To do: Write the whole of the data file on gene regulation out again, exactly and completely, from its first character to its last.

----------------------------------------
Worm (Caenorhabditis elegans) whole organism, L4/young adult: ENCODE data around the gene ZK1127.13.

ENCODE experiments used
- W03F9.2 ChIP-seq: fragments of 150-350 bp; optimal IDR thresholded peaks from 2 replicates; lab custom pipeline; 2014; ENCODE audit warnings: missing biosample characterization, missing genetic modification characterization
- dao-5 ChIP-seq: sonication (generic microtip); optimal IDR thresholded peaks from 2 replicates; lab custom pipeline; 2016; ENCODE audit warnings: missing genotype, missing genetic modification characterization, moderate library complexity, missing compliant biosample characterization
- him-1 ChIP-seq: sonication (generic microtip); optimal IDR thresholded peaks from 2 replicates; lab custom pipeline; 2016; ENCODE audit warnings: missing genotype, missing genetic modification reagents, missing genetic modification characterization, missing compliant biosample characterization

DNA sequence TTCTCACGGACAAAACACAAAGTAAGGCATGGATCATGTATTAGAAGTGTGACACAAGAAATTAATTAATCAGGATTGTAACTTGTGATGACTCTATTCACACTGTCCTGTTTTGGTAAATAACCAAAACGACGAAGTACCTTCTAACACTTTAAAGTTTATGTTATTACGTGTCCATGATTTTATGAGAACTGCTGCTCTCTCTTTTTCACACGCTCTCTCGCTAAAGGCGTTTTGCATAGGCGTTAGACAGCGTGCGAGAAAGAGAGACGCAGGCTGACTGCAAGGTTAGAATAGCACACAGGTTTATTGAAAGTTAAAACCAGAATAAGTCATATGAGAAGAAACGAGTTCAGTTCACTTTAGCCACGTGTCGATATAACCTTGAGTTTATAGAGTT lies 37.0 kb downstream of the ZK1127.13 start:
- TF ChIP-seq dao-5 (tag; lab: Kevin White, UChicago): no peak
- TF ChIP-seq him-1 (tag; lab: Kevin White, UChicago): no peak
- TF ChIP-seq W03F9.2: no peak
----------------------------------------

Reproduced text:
Worm (Caenorhabditis elegans) whole organism, L4/young adult: ENCODE data around the gene ZK1127.13.

ENCODE experiments used
- W03F9.2 ChIP-seq: fragments of 150-350 bp; optimal IDR thresholded peaks from 2 replicates; lab custom pipeline; 2014; ENCODE audit warnings: missing biosample characterization, missing genetic modification characterization
- dao-5 ChIP-seq: sonication (generic microtip); optimal IDR thresholded peaks from 2 replicates; lab custom pipeline; 2016; ENCODE audit warnings: missing genotype, missing genetic modification characterization, moderate library complexity, missing compliant biosample characterization
- him-1 ChIP-seq: sonication (generic microtip); optimal IDR thresholded peaks from 2 replicates; lab custom pipeline; 2016; ENCODE audit warnings: missing genotype, missing genetic modification reagents, missing genetic modification characterization, missing compliant biosample characterization

DNA sequence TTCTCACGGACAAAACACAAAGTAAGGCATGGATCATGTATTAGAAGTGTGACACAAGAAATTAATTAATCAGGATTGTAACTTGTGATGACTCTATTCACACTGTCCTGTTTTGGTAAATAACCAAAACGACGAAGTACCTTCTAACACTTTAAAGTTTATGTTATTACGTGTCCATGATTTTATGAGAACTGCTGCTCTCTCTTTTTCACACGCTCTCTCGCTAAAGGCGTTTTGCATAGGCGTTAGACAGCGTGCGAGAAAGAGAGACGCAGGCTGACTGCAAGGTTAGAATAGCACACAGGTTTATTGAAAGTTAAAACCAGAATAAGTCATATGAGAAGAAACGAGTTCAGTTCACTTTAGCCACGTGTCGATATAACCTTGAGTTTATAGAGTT lies 37.0 kb downstream of the ZK1127.13 start:
- TF ChIP-seq dao-5 (tag; lab: Kevin White, UChicago): no peak
- TF ChIP-seq him-1 (tag; lab: Kevin White, UChicago): no peak
- TF ChIP-seq W03F9.2: no peak